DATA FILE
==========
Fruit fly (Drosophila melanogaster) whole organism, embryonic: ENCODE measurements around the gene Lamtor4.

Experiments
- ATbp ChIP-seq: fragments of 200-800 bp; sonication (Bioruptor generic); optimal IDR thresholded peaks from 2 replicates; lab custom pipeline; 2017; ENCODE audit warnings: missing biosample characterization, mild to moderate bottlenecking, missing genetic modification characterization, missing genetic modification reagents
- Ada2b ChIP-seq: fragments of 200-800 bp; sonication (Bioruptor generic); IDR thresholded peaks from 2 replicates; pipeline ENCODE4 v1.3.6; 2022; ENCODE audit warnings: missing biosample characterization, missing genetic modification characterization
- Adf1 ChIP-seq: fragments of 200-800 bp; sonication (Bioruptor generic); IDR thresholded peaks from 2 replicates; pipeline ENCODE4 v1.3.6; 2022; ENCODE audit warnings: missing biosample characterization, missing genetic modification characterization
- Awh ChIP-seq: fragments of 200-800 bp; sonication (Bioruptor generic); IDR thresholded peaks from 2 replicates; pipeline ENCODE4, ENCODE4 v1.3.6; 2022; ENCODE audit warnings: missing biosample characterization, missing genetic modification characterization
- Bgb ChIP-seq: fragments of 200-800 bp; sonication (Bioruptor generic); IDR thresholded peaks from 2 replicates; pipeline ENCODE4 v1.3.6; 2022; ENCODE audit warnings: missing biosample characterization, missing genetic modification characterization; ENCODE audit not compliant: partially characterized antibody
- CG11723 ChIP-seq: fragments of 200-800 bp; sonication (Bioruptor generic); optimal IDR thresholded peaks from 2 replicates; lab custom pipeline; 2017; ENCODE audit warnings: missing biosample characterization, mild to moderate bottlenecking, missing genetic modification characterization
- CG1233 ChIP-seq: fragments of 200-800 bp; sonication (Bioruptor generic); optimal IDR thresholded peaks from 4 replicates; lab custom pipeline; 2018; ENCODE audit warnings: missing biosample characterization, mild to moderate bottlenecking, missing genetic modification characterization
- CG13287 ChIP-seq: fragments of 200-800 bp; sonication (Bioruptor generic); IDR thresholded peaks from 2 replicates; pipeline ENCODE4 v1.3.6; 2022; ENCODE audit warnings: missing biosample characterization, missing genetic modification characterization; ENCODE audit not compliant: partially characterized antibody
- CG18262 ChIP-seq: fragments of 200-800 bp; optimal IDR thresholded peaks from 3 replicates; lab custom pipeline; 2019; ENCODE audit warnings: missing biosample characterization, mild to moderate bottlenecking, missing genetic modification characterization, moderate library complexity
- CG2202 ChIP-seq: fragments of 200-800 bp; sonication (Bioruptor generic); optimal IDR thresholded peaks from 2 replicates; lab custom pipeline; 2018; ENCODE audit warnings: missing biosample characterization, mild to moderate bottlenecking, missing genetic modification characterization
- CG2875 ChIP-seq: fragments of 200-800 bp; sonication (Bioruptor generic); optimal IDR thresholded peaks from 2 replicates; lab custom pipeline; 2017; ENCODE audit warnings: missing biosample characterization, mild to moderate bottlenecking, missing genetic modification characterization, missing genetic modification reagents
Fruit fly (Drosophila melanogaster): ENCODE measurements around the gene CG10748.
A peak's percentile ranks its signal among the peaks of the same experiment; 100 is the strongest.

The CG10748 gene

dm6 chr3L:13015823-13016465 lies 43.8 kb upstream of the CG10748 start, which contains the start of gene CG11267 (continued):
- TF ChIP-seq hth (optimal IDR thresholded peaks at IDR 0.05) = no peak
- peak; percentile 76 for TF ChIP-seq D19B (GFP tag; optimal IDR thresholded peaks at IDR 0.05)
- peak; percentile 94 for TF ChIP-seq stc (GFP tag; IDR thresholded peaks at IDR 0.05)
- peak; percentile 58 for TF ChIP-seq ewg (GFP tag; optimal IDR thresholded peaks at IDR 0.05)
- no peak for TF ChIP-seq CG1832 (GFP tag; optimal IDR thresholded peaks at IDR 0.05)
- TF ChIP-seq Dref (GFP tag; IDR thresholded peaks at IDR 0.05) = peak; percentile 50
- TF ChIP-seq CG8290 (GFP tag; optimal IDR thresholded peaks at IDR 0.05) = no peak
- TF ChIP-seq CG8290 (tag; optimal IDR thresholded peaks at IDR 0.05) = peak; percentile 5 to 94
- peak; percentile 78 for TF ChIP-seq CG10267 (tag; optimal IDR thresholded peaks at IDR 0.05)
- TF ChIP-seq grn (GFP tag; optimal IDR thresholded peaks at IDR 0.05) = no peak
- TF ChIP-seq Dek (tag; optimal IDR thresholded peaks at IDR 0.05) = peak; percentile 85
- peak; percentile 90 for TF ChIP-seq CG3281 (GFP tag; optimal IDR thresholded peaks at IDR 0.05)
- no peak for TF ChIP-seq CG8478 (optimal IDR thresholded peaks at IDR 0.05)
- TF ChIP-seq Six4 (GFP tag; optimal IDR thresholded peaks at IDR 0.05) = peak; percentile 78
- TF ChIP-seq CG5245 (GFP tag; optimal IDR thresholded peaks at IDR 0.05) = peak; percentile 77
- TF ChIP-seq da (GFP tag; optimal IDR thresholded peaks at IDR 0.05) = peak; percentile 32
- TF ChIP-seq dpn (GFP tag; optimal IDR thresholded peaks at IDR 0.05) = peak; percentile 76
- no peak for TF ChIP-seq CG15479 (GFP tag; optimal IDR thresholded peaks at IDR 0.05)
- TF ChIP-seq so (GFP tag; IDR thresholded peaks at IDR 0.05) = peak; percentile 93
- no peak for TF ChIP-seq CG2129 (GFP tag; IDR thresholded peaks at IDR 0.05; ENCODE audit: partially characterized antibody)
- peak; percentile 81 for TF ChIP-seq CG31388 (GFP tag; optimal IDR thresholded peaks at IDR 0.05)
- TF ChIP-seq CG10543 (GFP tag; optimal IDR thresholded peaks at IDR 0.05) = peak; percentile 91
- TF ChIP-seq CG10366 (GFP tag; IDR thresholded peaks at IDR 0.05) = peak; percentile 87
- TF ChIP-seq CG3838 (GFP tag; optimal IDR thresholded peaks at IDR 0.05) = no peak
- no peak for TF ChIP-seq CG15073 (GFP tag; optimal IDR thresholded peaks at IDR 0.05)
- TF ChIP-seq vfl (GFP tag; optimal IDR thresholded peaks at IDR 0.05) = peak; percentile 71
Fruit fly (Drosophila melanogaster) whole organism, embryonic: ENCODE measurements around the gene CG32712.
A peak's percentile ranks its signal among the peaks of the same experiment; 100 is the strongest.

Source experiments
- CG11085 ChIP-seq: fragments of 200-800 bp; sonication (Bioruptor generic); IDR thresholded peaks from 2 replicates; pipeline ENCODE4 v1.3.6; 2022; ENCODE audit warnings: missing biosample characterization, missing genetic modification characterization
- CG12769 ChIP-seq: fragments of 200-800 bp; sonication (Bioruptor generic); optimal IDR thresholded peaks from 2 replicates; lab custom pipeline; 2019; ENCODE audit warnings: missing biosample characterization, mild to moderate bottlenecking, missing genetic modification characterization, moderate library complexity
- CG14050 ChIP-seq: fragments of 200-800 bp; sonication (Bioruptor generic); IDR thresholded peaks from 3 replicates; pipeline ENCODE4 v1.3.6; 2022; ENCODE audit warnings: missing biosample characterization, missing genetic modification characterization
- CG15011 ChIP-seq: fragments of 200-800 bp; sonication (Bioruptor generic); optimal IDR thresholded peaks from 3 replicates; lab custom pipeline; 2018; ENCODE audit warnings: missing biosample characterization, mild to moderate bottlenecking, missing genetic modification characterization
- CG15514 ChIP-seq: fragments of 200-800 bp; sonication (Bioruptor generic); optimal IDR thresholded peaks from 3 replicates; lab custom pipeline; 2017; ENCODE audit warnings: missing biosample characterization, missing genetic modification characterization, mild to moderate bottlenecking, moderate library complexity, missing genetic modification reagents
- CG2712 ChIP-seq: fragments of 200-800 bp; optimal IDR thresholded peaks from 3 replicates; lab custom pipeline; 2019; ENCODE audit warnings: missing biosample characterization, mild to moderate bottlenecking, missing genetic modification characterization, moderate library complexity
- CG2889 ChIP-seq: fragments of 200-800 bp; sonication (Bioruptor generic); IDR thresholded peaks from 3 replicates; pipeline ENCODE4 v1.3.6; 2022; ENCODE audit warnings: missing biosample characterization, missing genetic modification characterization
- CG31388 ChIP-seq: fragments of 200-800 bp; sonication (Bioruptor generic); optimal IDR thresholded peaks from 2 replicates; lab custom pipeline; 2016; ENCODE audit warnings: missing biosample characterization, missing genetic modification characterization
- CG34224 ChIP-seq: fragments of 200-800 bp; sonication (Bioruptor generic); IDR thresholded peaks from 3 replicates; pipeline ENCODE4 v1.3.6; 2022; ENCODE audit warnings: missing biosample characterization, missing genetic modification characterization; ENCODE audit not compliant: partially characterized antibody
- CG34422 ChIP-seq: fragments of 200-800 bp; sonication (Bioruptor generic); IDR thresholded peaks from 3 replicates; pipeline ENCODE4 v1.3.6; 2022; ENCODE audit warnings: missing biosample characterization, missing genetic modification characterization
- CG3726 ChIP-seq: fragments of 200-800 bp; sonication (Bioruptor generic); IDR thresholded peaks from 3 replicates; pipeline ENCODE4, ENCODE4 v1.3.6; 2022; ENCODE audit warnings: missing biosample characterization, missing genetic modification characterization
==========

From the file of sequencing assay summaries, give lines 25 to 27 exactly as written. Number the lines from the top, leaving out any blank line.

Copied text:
- TF ChIP-seq CG8290 (tag; optimal IDR thresholded peaks at IDR 0.05) = peak; percentile 5 to 94
- peak; percentile 78 for TF ChIP-seq CG10267 (tag; optimal IDR thresholded peaks at IDR 0.05)
- TF ChIP-seq grn (GFP tag; optimal IDR thresholded peaks at IDR 0.05) = no peak